Place all ingredients in a large bowl, and beat until light and fluffy. Gently spread over cooled cakes.
Add sugar and nuttelex to a small frying pan. Simmer on medium heat, until sugar has completely dissolved, and it starts to thicken a little. Add in half a teaspoon of finely chopped rosemary, and diced figs.
Cook figs in caramel syrup for a couple of minutes.
Pour a little syrup and a couple of figs over the orange cake to serve. You can add a dollop of icing or icecream as well if you like!
This week is Food Allergy Awareness Week, an initiative of Allergy and Anaphylaxis Australia. Food Allergy Awareness Week aims to raise awareness about food allergies, to reduce the risks of life threatening reactions, and help manage emergency situations when they occur.
As many of you would know, my gorgeous little girl, Sylvia, is at risk of anaphylaxis from a variety of foods. In my daughters case, it is dairy, peanuts, treenuts, lentils, chickpeas, lupin, green peas and pork.
What is Anaphylaxis?
Anaphylaxis is a very serious and life threatening allergic reaction. It can happen within minute of being exposed to an allergen, or can be delayed, occurring several hours after ingestion.
Symptoms may include:
Facial swelling, including swelling of the lips and eyes
Reddening of the skin
Hives appearing on the skin
Abdominal discomfort or pain
Strained or noisy breathing
Inability to talk, or hoarseness
Wheezing or coughing
Drop in blood pressure
Pale and floppy (young children)
Treatment require immediate administering of an Adrenalin Autoinjector, and a call to 000 for an ambulance.
Food allergies are stressful for the families of kids with allergies (and for adults with allergies – it’s not just children!). It’s a scary prospect to know that seemingly normal foods, are essentially poison for some people. The current statistics in Australia, are that 1 in 10 children currently have a food allergy. The rates of diagnosis are increasing, so its something all of us need to be conscious of. Chances are, someone you know, your children’s friends, their classmates or siblings will have a serious food allergy.
Lots of people are uncomfortable with school wide bans of particular foods, like peanut butter. I get that food bans are a pain. Truly, I do. Food bans are a permanent situation at our house! I don’t expect that everyone ban all of the foods that Sylvia is allergic to. It is a very hard diet to follow. But if your school requests that you don’t send certain foods, please respect that. The reality is, peanut butter is the HIGHEST cause of food allergy related deaths. Its also messy, sticks to surfaces, and creates a high risk of cross contamination. There’s a very good reason why schools ask parents not to send peanut butter to school! That said, there are lots of foods that can cause anaphylaxis. My daughters most serious reaction was to lentils!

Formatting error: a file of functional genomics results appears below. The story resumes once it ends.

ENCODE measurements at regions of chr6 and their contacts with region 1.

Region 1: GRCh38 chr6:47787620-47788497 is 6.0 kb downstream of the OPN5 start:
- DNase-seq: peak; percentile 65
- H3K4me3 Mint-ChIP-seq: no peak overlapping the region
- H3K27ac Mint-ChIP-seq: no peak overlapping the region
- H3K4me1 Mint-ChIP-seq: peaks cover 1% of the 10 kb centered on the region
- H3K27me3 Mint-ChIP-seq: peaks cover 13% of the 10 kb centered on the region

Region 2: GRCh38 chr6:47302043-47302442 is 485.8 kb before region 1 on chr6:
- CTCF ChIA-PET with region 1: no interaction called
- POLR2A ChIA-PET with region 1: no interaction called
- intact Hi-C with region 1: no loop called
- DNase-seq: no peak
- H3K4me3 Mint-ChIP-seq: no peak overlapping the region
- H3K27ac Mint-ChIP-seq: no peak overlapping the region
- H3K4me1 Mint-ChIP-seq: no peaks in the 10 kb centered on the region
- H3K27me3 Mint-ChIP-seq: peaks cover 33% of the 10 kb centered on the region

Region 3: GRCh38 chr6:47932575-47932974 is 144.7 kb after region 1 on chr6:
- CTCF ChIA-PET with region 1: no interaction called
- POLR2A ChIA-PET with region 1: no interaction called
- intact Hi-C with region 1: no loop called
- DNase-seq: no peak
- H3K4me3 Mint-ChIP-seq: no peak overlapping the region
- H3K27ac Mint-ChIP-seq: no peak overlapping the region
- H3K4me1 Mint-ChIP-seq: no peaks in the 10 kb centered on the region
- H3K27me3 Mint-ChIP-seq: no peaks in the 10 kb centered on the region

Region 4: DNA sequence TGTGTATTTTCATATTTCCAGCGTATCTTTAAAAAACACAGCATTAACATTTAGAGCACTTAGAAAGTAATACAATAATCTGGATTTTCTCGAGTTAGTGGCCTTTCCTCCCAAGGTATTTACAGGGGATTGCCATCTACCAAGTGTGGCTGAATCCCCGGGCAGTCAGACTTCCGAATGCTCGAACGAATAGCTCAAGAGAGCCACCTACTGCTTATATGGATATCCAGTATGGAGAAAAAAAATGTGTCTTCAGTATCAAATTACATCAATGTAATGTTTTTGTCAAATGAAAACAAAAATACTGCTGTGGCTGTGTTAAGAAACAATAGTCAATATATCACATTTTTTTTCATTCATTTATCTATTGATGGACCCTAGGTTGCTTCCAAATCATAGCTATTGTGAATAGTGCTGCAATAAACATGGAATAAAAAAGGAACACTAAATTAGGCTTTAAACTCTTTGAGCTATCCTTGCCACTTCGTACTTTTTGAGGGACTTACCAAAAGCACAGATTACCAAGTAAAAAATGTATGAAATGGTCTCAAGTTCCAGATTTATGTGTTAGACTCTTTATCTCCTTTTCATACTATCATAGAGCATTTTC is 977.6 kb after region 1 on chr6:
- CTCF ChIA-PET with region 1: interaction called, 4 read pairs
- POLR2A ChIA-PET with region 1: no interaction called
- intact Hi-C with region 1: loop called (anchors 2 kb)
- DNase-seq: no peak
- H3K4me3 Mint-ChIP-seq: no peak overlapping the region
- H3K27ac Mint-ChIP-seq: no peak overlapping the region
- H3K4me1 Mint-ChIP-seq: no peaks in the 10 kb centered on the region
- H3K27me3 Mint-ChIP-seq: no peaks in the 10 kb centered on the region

There are lots of other important ways to keep people with food allergies safe, that don’t involve banning foods.
How can you help keep children with allergies safe?
Teach your children not to share food.
Always wash hands after eating
Avoid letting children run around with food, especially at the park, play centres etc. This is where my daughter has had most of her reactions.
Don’t offer food to young children
Don’t offer food as rewards
Be aware of the signs of a serious allergic reaction, and get help if you recognise them.
We are off the the allergy specialist and dietician next week. It will be a tough day, involving at least 50 skin prick tests for Sylvia. She will be in pain, covered in hives, and utterly miserable. We are hoping and praying that her results will improve. Food allergies can be a really tough gig, as a parent, and definitely for Sylvia, who rarely complains (but still looks longingly at all the cakes she cannot eat at parties). So I will take this moment to also give a big shout out to all of the people who make an effort to include her when we visit, to my best mate who always goes out of her way to accommodate us, to the people we love who’ve done anaphylaxis training, and to our family, who have adjusted all of the menus when we get together so that Sylvia can be safe. It means a lot.